Thursday, March 20, 2008

Is rose the new red for the tropics?

I don't know about you but until now I have thought of rose as a bit of a girly wine that is drunk by those who don't really like wine. The roses I have tried in the past (which let's be honest have not been very many) has tended to be sweet fruity junk leaving me unsatisfied and suffering from heartburn.

While there is no doubt a whole load of crap rose out there, I realize just how unfair I have been to relegate all rose into one category of crapness. Rose, I apologize, please forgive me.

Why the change of heart you may ask. It all started on our second day in Marrakech when we noticed that almost everybody around us (those that were drinking wine anyway) was drinking rose. We were then having lunch at the lovely Le Grand Cafe de la Poste, happily eavesdropping on fellow diners when we overheard a conversation about the high quality of Moroccan rose. The eccentric French architect who was staying in the same riad as us confirmed that Moroccan rose was definitely the way to go, especially as a warm climate wine. Not as heavy as red but still presenting some characteristics of a decent red. Toshi and I are dedicated red drinkers, not to say that we won't occasionally have the odd glass (or bottle) of a decent white wine, but generally we stick to red - we just prefer it. Drinking red wine in the tropics however doesn't always make sense, it's just too heavy much of the time in the oppressive heat and especially so when you only have access to a very limited range of wine.

Our riad

There was only one thing to do of course. We set out immediately to the closest place that served wine, the absolutely lovely La Maison Arabe, which was luckily only two minutes walk away, and ordered a bottle of Medaillon Rose Syrah (and a really delicious lemon curd tart). This wine is like a light red, comparable to beujoulais but milder and more fruity, not sweet, but darker and heavier than any rose I've seen before and it was DELICIOUS. We tried several other roses during this trip, most were excellent, one was terrible, but the Medaillon Rose was the winner in our books by far.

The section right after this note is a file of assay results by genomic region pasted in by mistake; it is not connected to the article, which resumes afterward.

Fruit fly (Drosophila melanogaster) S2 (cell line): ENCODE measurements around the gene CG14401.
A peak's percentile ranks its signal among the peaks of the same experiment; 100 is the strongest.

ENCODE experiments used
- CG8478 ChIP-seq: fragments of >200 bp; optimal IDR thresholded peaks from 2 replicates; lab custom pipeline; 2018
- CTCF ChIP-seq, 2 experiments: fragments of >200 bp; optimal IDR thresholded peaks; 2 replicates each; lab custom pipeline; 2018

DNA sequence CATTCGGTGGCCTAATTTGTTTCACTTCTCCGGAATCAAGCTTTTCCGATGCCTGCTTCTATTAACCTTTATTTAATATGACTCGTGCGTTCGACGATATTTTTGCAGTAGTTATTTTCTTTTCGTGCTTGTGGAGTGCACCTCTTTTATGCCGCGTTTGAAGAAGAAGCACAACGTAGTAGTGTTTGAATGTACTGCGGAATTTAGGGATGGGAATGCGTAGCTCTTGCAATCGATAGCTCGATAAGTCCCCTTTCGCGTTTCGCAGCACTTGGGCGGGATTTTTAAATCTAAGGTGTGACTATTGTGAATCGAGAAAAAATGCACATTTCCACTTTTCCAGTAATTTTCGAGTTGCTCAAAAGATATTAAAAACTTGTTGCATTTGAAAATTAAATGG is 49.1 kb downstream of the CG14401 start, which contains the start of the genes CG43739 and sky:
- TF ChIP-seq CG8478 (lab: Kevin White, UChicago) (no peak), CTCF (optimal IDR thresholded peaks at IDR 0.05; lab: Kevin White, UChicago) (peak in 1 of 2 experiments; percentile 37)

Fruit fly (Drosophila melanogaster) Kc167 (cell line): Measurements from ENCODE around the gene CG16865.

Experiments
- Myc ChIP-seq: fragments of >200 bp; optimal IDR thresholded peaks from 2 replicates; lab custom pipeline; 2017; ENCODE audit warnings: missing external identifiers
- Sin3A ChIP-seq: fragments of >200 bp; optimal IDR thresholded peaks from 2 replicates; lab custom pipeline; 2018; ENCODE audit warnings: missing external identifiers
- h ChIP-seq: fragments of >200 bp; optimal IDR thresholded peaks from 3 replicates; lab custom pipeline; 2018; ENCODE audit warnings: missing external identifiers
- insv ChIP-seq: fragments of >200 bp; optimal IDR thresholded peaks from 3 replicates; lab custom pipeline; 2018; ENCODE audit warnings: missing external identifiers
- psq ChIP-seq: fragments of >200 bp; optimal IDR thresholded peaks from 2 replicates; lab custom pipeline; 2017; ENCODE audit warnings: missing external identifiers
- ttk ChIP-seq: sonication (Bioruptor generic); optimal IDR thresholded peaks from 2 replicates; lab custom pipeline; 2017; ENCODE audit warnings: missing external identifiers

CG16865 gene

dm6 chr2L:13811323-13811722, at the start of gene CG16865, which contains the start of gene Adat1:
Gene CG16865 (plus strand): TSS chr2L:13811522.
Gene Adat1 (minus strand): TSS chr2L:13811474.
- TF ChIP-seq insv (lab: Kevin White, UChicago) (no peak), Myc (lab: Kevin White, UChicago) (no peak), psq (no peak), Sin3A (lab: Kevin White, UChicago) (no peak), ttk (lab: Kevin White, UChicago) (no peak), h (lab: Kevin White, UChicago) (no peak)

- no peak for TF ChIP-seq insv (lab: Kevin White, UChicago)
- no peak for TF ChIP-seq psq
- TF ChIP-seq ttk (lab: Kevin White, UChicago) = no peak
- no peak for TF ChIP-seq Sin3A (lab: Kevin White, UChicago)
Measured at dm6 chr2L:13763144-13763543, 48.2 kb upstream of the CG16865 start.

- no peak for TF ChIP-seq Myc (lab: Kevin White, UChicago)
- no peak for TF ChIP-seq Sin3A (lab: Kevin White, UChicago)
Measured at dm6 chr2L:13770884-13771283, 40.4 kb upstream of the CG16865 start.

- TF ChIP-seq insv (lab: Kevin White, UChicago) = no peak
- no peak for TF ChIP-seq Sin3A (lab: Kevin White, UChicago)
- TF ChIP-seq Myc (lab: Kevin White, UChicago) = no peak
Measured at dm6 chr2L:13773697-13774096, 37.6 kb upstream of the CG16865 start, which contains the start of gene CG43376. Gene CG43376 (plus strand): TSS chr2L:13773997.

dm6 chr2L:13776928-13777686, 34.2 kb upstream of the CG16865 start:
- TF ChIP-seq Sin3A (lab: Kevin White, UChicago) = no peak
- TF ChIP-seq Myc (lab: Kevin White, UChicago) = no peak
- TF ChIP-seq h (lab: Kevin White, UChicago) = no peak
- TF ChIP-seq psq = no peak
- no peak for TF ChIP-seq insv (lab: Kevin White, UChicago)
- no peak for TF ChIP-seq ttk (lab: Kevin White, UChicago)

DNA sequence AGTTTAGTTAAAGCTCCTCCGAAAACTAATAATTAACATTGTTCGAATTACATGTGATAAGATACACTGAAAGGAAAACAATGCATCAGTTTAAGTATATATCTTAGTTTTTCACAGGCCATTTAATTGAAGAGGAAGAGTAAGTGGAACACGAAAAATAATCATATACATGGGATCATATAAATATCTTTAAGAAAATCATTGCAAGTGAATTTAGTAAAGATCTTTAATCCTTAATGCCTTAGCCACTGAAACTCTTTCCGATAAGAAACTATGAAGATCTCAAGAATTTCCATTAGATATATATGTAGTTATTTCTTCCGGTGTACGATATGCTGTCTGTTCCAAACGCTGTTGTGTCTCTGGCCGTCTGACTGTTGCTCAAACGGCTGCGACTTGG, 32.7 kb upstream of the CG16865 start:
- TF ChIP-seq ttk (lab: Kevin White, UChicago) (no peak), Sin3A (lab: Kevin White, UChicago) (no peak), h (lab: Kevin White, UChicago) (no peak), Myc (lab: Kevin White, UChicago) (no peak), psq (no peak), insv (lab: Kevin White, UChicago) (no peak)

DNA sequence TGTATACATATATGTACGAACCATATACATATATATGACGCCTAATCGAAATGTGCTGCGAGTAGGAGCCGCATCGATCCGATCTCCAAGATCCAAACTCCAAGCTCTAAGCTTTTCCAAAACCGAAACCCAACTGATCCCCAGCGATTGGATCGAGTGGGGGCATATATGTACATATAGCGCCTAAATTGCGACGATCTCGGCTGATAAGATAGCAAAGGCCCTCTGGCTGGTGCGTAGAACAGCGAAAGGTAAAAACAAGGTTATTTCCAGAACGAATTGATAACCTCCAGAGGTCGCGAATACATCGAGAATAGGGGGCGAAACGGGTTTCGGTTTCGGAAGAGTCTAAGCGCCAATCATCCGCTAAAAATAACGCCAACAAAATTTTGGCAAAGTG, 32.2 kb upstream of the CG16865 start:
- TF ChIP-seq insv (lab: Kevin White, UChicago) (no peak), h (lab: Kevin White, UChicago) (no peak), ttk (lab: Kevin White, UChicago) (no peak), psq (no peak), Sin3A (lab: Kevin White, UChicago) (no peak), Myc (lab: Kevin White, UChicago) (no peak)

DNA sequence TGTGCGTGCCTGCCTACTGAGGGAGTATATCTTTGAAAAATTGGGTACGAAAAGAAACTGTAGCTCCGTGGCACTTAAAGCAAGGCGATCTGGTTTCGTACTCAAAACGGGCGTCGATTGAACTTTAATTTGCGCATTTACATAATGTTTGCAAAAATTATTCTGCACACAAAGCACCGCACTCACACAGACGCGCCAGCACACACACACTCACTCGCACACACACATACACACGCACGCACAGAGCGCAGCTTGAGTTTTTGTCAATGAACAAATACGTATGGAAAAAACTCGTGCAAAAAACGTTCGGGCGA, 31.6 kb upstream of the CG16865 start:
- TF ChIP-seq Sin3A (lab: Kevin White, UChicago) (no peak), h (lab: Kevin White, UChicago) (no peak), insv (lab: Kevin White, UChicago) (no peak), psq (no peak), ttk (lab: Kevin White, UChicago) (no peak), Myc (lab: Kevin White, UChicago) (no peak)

We brought three bottles back with us but sadly it's all gone now. Rose prospects are not looking good here in Freetown and now it's going to be hard to go back to red. Rose really is the new red for the tropics. Maybe we can convince one of the Lebanese supermarket owners to import some decent bottles - you never know.

Another hot weather favorite for us is half and half (pronounced with a heavy french accent like ef-en-ef). It's half white wine, half sparkling wine. This was introduced to us by a Belgian friend in Brussels.

Now, what are we going to drink tonight...?

Tuesday, March 18, 2008

And we're back...

As soon as we arrived in Casablanca it already started to feel like we were back. Delayed flights, no information about delayed flights or when we might actually be leaving, and lots of shouting, pushing and shoving. And there was no helicopter when we arrived - so we had to get the ferry across to Freetown (remember that hell I mentioned not long ago...) - anyway, we're back.

Marrakech was amazing - I swear it's the Bali of North Africa (without the sea). It is an absolutely stunning city with fantastic food. I could go back many times, heck I could easily live there. The food was a warm welcome after the mediocrity of Egyptian cuisine (sorry Egyptian friends... I'm sure there is some good stuff out there, I just didn't find it).

Sunset near Djemaa el-Fna square

Food stalls in Djemaa el-Fna square

The snail guy

Eating snails from the snail guy - actually these were pretty awful, nothing against snails but these didn't taste good.

My kind of food - bread, potato, egg, oil and chili sauce

Delicious mint tea

In the souk

Overwhelmed by slippers

These little guys were delicious - tajine full of yummy vegetables, stock, and.. cow's gut

A cooking class with Fatiha

Making cous-cous. I hereby swear to never make instant cous-cous again.

Our evening feast

We stocked up on spices

You won't get fresher chicken than this

See the guys still alive on the back shelf